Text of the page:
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Summary: When we cling to and refuse to forsake sin, habits, and less than admirable behavior, we are asking Jesus to leave us. Jesus wants to "cast out" those behaviors in our life if we'll let him.

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If you are familiar with “The Andy Griffith” show, you may remember the loveable character named Otis. He was well known around town as being “the town drunk.” He was harmless and seemed to be more of a town mascot.

However, this was not the case in our story in Luke. Instead of a harmless, town mascot, we have a demon-possessed man who lived like an animal amongst the tombs in the cemetery. The towns-people are in absolute fear of him because no matter how many times they tried to capture him, he would break his chains and escape.

The people had it all wrong. They were trying to not only capture him, but were trying to chain him up in shackles to restrain him to keep him under control. He didn’t need to be restrained. He needed just the opposite: He needed to be set free! He didn’t need chains and locks. He needed freedom from that which possessed him.

Thankfully, that day of freedom finally arrived in verse 27, as we see the encounter with Jesus. As soon as his foot hits the shore, Jesus is met by the demonic man.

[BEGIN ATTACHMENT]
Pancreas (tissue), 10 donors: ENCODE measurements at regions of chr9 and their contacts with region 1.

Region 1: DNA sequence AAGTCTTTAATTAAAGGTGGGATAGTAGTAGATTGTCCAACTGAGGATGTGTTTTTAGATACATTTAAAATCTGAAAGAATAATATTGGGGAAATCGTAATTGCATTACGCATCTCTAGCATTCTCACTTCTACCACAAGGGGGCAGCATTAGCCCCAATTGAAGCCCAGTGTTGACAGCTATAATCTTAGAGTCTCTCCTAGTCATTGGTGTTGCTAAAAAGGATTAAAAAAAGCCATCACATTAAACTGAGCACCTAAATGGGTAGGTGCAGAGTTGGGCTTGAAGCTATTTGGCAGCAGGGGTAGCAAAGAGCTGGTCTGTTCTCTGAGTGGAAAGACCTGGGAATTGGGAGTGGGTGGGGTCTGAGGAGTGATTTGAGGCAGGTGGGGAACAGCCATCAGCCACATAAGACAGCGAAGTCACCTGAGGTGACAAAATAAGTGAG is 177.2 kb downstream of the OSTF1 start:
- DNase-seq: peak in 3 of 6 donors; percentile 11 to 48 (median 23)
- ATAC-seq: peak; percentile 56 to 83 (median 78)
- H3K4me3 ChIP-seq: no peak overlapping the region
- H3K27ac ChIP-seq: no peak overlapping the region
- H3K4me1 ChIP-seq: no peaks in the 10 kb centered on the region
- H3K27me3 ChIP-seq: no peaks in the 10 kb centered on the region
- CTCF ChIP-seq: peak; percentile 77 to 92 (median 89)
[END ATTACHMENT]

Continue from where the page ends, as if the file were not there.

Showing intense grace and mercy, Jesus casts out the demons by sending them into a herd of pigs. The man is no longer captive as before, but set free and made whole by the love and mercy of the Son of God, Jesus Christ.

I wouldn’t be surprised if it was Jesus who also gave him clothing. We see in verse 35, “they found the man from whom the demons had gone out, sitting at Jesus' feet, dressed and in his right mind.” So, they celebrated, right?

Why not celebrate? This is a miracle of miracles that a legion of demons have cast out the “town demoniac” and made him whole, in his right mind and completely normal. After all, a legion is about 6,000-7,000 DEMONS!

Sadly, just the opposite happened because instead of rejoicing the people literally came to pieces in fear. We’re told in verses 35 and 37, “They were afraid” and “they were overcome with fear.” They literally were coming unglued!

The paralysis of their fear had swept over them with such great intensity, they make a stunning request. All The people of the region “asked Jesus to leave them.”Leave? Really? After such a great display, you would think they would demand even more miracles of cure and healing!

No, that was not the case. They asked Jesus to leave. Actually, the Greek verb here means “Beg.” They pleaded with Jesus passionately by begging him to go away. I have a feeling it wasn’t a pleasant or cordial request.

Instead of being thankful that he had delivered this man from nearly 7,000 demons, the people are incensed that Jesus sent the demons to destroy an entire herd of swine along with the livelihood of the farmers.

It is very easy to sit where we are today and think of the absolute nerve these people had to talk to Jesus in this manner and to treat him the way they did. I mean, really; who would ask Jesus to leave? Would we?

I have to ask: Have any one of us ever asked Jesus to go away or to just leave us alone? We may not have said anything verbally, but maybe our actions have created an unwelcoming environment for our Savior to abide. Jesus comes amongst us to cast out those things in our lives that hinder our relationship with him.


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